Peter Kenyon

Peter Kenyon is NPR’s foreign correspondent based in Istanbul, Turkey, covering the Iran crisis and the business of Persian Gulf oil.

Prior to taking this assignment in 2010, Kenyon spent five years in Cairo covering Middle Eastern and North African countries from Syria to Morocco. He was part of NPR's team recognized with two Alfred I. duPont-Columbia University awards for outstanding coverage of post-war Iraq.

From 2001 to 2005, Kenyon was based in Jerusalem and covered the Israeli-Palestinian conflict. In addition to regular stints in Iraq, he has followed stories to Yemen, Saudi Arabia, Syria, Lebanon, Bahrain, Qatar, Algeria, Morocco and other countries in the region.

Arriving at NPR in 1995, Kenyon spent six years in Washington, D.C., working in a variety of positions including as a correspondent covering the US Senate during President Bill Clinton’s second term and the beginning of the President George W. Bush’s administration.

Kenyon came to NPR from the Alaska Public Radio Network. He began his public radio career in the small fishing community of Petersburg, where he met his wife Nevette, a commercial fisherwoman.

 

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2:00am

Thu February 23, 2012
Middle East

Syrian City Homs Besieged By Government Troops

Syrian government troops are continuing to bombard the central city of Homs. The United Nations says more than five thousand people have been killed during the 11-month uprising. Syrian activists say the number is much higher. Yesterday, two foreign journalists were among those killed.

1:13pm

Tue February 14, 2012
Middle East

Iran Can Disrupt Key Waterway — But For How Long?

The USS Abraham Lincoln sailed from the Persian Gulf through the Strait of Hormuz on Tuesday. This photo was taken from the bridge of the aircraft carrier and shows U.S. aircraft parked on its flight deck. In the background, a U.S. destroyer patrols.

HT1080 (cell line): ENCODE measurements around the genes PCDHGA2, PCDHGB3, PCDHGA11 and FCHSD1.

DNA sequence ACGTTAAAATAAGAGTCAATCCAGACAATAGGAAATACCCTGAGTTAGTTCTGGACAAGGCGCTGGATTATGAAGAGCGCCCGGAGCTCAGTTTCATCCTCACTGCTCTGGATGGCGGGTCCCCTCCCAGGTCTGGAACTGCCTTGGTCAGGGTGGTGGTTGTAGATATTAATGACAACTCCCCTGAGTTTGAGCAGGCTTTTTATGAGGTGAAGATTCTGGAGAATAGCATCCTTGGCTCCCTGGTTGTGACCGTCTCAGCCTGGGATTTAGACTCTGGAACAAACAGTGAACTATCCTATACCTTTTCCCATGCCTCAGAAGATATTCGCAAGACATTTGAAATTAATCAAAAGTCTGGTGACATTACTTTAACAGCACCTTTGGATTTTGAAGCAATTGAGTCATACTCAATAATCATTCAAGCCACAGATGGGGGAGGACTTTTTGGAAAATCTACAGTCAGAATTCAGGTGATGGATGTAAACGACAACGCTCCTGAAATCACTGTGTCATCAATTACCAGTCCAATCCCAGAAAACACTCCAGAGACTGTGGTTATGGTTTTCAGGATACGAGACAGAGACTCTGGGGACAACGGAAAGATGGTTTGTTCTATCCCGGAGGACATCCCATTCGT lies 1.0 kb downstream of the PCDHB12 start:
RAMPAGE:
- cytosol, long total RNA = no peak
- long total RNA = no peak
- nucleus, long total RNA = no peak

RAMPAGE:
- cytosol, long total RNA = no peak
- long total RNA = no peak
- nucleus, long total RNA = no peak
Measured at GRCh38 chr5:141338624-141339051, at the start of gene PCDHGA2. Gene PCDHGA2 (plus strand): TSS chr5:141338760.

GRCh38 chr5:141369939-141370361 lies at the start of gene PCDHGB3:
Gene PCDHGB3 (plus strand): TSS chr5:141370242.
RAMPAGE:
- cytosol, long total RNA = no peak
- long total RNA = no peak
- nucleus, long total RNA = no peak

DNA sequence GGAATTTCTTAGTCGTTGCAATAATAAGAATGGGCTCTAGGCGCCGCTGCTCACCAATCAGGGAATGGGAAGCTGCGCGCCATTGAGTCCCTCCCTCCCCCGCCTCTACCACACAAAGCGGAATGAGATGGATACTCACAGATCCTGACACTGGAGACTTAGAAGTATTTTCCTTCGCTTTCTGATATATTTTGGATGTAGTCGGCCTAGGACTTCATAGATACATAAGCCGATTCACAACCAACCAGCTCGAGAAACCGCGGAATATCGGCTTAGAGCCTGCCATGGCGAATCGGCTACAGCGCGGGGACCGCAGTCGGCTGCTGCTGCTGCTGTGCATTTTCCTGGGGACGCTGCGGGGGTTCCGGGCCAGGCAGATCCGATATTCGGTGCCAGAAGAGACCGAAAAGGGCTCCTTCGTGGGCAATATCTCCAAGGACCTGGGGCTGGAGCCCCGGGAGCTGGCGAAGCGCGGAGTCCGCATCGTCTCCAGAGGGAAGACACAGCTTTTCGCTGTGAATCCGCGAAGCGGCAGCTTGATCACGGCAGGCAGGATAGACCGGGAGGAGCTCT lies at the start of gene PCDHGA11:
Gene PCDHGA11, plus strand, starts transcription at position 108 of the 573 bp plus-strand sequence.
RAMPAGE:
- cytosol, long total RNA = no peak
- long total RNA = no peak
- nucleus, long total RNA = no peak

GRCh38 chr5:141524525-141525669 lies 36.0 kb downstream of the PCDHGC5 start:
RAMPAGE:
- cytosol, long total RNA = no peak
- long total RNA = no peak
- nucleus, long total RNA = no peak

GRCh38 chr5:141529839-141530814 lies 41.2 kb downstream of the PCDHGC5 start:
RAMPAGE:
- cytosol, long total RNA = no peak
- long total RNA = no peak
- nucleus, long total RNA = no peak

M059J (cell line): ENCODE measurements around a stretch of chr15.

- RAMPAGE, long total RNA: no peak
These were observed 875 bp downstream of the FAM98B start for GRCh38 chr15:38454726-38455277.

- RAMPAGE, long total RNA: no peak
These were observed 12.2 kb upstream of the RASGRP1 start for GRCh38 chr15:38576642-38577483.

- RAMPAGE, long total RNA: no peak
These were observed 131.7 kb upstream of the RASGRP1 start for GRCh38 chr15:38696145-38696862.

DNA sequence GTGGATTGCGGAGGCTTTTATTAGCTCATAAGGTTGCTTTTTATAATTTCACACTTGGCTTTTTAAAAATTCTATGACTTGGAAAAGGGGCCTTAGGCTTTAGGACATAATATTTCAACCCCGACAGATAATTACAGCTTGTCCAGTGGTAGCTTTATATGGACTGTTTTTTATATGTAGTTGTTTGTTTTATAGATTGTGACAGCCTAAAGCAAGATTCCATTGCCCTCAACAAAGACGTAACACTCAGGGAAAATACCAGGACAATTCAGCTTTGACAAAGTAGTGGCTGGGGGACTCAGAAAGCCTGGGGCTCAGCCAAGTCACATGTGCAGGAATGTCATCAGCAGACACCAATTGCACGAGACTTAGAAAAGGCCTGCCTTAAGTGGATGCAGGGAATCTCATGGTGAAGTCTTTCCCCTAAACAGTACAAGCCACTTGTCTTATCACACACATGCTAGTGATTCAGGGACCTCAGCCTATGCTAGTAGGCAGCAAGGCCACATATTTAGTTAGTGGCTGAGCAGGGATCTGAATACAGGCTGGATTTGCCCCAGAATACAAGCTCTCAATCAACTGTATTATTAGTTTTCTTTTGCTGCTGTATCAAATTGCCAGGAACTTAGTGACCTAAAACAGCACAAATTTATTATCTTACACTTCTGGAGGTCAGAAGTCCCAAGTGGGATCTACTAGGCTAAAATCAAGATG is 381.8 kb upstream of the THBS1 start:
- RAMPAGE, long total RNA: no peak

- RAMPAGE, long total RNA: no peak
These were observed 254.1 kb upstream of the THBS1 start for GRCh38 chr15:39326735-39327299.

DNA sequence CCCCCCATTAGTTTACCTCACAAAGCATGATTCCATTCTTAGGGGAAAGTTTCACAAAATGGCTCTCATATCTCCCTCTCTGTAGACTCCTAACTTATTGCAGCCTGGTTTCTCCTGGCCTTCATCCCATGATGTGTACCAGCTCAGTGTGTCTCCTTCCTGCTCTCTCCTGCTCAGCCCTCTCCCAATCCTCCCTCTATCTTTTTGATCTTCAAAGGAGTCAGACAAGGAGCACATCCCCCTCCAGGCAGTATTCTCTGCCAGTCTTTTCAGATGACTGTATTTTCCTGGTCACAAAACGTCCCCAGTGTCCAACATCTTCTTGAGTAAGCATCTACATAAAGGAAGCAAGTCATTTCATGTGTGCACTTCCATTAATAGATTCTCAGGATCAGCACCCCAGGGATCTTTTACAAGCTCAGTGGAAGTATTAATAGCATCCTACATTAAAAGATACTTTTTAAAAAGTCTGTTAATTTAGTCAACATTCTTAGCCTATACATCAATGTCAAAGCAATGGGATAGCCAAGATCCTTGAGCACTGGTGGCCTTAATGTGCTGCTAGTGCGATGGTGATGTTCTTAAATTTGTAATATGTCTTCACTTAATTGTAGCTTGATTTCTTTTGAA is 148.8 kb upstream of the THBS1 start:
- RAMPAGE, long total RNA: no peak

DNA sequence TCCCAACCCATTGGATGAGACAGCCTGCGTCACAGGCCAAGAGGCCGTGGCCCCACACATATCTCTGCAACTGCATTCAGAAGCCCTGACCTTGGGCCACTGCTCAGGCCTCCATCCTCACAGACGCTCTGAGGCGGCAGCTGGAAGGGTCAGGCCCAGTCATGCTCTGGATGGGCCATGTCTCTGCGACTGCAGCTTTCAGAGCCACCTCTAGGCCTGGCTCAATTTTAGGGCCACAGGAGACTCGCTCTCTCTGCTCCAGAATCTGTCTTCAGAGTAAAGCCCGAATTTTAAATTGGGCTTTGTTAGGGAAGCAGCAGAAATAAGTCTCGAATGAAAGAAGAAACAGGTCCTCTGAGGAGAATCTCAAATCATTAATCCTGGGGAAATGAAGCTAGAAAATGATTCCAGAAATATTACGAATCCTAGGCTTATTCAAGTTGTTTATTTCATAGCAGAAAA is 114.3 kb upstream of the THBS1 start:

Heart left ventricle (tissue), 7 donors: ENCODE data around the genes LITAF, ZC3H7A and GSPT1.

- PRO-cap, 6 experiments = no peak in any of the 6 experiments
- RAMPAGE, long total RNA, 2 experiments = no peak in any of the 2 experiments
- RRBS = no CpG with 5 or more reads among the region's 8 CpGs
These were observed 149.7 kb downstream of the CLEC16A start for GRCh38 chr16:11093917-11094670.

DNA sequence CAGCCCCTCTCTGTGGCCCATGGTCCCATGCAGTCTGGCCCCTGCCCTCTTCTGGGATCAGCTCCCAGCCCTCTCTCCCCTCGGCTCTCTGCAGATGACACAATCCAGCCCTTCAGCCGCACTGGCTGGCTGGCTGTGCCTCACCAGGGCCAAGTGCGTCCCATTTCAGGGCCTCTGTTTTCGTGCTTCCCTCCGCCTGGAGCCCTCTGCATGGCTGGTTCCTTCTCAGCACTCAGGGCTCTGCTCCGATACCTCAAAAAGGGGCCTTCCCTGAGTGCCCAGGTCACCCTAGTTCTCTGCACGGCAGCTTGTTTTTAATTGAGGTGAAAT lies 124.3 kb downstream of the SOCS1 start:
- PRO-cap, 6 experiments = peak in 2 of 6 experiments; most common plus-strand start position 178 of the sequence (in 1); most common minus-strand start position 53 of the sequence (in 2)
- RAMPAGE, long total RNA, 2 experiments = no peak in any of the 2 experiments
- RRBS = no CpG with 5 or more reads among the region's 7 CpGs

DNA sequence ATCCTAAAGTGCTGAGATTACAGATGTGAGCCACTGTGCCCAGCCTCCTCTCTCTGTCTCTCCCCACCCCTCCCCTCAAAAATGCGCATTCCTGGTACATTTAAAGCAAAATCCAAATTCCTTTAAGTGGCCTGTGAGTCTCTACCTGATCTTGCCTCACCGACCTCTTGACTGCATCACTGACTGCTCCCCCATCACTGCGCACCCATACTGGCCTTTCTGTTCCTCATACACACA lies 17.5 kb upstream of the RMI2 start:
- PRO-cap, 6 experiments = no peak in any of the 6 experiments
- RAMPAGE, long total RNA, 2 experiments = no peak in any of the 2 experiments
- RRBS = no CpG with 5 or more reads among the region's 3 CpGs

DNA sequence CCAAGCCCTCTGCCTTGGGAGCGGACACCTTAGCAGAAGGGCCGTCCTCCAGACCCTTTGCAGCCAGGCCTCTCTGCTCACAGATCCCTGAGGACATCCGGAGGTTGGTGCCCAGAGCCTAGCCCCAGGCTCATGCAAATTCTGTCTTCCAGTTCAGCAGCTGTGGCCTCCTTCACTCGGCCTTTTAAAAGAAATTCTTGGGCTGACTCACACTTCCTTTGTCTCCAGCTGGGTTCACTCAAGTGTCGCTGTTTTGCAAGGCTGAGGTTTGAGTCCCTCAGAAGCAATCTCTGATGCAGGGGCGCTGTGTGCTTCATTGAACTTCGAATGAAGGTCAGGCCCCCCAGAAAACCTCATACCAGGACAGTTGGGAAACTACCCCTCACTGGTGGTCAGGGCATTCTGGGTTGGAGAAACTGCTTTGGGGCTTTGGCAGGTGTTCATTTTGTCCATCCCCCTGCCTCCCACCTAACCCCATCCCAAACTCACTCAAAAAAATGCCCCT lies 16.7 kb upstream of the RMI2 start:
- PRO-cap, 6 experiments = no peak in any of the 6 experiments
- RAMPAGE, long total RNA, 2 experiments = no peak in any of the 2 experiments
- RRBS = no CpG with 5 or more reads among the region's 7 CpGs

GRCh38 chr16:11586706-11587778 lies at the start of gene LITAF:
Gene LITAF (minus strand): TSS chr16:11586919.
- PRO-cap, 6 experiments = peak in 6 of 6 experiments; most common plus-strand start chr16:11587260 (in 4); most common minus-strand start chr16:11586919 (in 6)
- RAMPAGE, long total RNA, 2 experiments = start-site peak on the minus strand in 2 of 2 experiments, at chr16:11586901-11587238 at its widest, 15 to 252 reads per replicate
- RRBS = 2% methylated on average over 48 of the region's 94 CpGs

Hassan Ammar AP

The dispute over Iran's nuclear program has again rocked oil markets. And Iran is threatening to close the Strait of Hormuz, which is just 34 miles wide yet serves as the passageway for 20 percent of the world's oil.

This is not a new drama. In fact, it was a recurring issue in the 1980s. Still, there's been relatively little activity among Gulf oil producers to find alternative routes to get their oil to market.

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10:01pm

Wed January 25, 2012
Middle East

For Turkish Journalists, Arrest Is A Real Danger

Originally published on Thu January 26, 2012 9:42 am

Hundreds of journalists protest the arrests of members of the media, including Ahmet Sik (poster on the right) and Nedim Sener (center) in Ankara, Turkey, in March 2011. Critics say the government is trying to stifle dissent by arresting journalists — for doing their job.
AP

In the wake of the Arab Spring, some Muslims in North Africa are looking across the Mediterranean to Turkey as a potential model of a state that can be modern, Islamic and democratic.

But some analysts in the region say that model is flawed, and they are questioning Turkey's human-rights record and its dealings with the press.

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1:04pm

Wed January 11, 2012
Middle East

Death Of Iranian Nuclear Expert Adds To Tensions

Iranian security forces inspect the site where a magnetic bomb attached to a car by a motorcyclist exploded outside a university in Tehran on Jan. 11, 2012, killing nuclear scientist Mostafa Ahmadi Roshan.
Sajad Safari AFP/Getty Images

An explosion in Tehran Wednesday killed an Iranian nuclear scientist while he was driving his car. It's the fifth such death in five years, and Iranian officials immediately blamed Israel. The attack is the latest manifestation of escalating tensions between Iran and the West.

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1:00pm

Tue January 10, 2012
Middle East

Assad Blames Protests On Foreign Involvement

Originally published on Tue January 10, 2012 8:47 pm

Transcript

AUDIE CORNISH, HOST:

Now to Syria, where President Bashar al-Assad delivered a defiant speech today. He called protesters mongrels misled by foreigners and he vowed to stay in power. Assad also criticized the Arab League, which has an observer mission inside Syria.

NPR's Peter Kenyon has more on the story from Istanbul in neighboring Turkey.

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